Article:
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Administrative law – migration law…

… refusal of protection visa – whether right to enter and reside in a third country imports requirement of some minimum physical and economic conditions – whether failure to consider DFAT country report

In DQD16 v Minister for Immigration and Border Protection [2021] FCA 1586 (15 December 2021) the court allowed an appeal from a decision of the Federal Circuit Court, dismissing an application for judicial review of a decision of the Administrative Appeals Tribunal (AAT).

It was affirming a decision to refuse the appellants protection visas under s65 of the Migration Act 1958 (Cth) (Act).

The appellants are husband and wife, from the Indian state of Punjab. The appellants are both of the Sikh religion, but the husband is of a ‘higher caste’ compared to the wife. Because of the inter-caste nature of their marriage, the appellants claimed to have suffered persecution in their home state, as well for other reasons including the husband’s political opinion.

The AAT had decided that under s36(3) of the Act, Australia was taken not to have protection obligations in respect to the appellants, because they had not taken all possible steps to avail themselves of their right to enter and reside in Nepal. That was on the basis that the appellants had this right because article 7 of the Indo-Nepal Treaty of Peace and Friendship of 1950 provides that Indian nationals, such as the appellants, can enter and reside in Nepal.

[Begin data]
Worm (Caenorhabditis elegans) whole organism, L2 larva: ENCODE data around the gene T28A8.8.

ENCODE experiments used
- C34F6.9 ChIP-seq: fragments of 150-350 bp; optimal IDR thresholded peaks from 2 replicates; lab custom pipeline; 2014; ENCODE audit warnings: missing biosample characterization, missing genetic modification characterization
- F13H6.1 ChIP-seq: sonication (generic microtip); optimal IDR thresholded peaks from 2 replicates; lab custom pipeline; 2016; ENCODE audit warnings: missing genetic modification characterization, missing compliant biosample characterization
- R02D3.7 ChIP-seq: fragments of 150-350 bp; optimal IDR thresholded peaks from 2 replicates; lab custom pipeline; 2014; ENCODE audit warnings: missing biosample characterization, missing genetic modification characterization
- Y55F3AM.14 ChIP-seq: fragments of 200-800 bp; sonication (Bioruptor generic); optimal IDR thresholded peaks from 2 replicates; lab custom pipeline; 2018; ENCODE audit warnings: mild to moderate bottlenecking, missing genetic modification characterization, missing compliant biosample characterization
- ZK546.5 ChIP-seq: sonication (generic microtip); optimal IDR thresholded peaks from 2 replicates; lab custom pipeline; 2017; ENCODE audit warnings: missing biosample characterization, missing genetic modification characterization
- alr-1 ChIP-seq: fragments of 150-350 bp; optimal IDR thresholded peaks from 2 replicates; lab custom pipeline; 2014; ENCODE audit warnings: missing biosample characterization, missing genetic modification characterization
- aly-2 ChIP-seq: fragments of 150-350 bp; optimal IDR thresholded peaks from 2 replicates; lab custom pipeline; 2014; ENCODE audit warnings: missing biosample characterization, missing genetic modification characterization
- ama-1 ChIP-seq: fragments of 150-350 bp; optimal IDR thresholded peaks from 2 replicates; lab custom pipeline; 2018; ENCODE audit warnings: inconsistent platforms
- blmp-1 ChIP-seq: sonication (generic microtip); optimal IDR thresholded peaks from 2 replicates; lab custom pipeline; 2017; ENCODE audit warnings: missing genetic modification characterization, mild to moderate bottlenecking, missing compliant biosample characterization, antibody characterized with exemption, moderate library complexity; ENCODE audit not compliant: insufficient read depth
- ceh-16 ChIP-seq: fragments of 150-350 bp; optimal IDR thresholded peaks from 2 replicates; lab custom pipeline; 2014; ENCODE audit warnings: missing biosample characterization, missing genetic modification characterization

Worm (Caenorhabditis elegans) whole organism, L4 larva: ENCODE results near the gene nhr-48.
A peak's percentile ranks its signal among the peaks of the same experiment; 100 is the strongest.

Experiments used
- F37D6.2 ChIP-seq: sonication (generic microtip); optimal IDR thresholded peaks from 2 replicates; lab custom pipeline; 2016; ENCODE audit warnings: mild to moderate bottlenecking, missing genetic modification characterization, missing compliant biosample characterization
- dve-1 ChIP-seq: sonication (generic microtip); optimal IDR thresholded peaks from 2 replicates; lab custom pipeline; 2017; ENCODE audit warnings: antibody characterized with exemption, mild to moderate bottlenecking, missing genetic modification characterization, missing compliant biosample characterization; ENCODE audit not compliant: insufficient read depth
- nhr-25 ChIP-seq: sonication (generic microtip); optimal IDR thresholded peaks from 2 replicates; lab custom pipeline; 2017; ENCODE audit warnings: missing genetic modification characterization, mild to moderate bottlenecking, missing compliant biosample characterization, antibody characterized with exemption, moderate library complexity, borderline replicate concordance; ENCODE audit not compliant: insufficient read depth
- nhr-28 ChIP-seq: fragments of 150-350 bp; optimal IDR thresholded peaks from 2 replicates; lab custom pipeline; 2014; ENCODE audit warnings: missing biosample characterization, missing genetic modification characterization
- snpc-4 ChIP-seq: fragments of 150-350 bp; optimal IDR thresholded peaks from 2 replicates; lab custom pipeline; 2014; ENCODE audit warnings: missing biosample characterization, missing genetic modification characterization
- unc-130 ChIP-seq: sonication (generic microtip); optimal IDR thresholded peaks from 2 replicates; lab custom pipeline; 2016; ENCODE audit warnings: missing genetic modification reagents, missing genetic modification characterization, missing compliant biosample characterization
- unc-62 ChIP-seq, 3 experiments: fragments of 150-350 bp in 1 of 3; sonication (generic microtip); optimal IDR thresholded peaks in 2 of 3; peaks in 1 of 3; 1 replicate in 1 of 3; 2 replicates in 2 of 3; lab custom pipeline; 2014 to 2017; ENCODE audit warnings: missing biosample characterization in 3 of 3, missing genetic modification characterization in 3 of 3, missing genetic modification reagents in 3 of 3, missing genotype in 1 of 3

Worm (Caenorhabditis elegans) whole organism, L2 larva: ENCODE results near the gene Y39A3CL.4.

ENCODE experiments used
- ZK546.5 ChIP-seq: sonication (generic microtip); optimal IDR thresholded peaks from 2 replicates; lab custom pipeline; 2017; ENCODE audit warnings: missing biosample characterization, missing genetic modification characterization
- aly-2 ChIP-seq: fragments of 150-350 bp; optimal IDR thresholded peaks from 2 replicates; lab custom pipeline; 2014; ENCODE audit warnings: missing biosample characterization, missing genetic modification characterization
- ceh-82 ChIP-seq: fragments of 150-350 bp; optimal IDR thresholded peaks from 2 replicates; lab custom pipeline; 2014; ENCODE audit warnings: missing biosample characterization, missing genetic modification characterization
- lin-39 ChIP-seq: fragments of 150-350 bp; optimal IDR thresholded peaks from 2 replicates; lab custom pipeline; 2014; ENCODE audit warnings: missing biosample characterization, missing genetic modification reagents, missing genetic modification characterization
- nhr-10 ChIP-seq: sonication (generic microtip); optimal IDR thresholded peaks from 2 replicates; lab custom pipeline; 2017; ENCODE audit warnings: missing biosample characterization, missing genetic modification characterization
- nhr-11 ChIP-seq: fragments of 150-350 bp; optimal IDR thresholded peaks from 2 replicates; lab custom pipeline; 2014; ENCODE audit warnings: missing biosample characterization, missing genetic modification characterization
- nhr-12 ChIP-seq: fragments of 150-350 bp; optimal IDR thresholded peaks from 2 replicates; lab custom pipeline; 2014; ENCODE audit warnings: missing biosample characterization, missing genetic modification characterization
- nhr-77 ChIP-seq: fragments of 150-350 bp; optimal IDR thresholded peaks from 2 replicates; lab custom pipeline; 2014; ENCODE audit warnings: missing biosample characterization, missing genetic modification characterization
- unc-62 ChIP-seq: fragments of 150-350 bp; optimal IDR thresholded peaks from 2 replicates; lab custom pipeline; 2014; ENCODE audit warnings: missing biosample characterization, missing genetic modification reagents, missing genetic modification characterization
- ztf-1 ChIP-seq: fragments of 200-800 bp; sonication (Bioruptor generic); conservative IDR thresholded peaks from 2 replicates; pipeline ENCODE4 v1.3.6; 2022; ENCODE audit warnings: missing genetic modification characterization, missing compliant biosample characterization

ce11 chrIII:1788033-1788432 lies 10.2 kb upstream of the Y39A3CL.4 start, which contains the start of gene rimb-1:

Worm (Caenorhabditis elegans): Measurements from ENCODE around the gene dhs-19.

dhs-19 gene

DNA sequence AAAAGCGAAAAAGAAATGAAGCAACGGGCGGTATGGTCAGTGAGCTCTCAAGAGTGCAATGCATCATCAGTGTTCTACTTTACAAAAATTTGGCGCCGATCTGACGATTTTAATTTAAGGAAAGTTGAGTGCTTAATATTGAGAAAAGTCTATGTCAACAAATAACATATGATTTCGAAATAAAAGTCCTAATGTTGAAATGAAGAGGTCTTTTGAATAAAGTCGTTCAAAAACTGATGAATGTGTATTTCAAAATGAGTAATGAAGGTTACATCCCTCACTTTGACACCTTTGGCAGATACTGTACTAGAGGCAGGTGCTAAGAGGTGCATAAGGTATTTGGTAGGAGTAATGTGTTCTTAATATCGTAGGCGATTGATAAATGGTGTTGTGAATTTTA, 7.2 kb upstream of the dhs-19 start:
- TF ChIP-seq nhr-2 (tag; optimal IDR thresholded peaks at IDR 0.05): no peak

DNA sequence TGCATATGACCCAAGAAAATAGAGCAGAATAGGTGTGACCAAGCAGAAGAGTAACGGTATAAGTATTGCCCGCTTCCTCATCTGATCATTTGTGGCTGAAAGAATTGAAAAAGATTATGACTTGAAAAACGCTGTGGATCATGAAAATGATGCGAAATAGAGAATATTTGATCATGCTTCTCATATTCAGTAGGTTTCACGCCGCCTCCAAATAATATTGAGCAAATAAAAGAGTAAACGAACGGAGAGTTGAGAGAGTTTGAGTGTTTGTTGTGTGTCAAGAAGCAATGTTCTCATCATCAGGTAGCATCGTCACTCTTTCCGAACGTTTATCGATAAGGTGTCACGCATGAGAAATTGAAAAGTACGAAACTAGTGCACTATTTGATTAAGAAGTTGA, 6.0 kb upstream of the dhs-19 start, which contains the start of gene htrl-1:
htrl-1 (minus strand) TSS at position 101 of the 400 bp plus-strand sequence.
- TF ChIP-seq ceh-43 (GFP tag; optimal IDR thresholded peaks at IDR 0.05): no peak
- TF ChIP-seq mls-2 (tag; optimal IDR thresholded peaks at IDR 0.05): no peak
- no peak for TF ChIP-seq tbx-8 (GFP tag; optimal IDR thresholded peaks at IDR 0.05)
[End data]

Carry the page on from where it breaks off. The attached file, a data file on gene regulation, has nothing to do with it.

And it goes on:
The appellants’ first ground raised whether the right to enter and reside in a third country (namely, Nepal) imported requirement of some minimum physical and economic conditions for purposes of s36(3) of the Act.

Mortimer J held that the concept of residence implies, at least, some form of reasonable access to the necessities of life, enough to sustain oneself so as to be described as “residing” (at [53]). However, this ground still failed as the AAT made findings on the issues that were open to it (at [54]).

The applicants succeeded on their second ground that the AAT contravened s499 of the Act by failing to apply Ministerial Direction No 56 and take into account in its decision the ‘DFAT Country Information Report – Nepal’, dated 21 April 2016 (at [66]-[79]).

Dan Star QC is a Senior Counsel at the Victorian Bar, ph 03 9225 8757 or email danstar@vicbar.com.au. The full version of these judgments can be found at austlii.edu.au. Numbers in square brackets refer to a paragraph number in the judgment.

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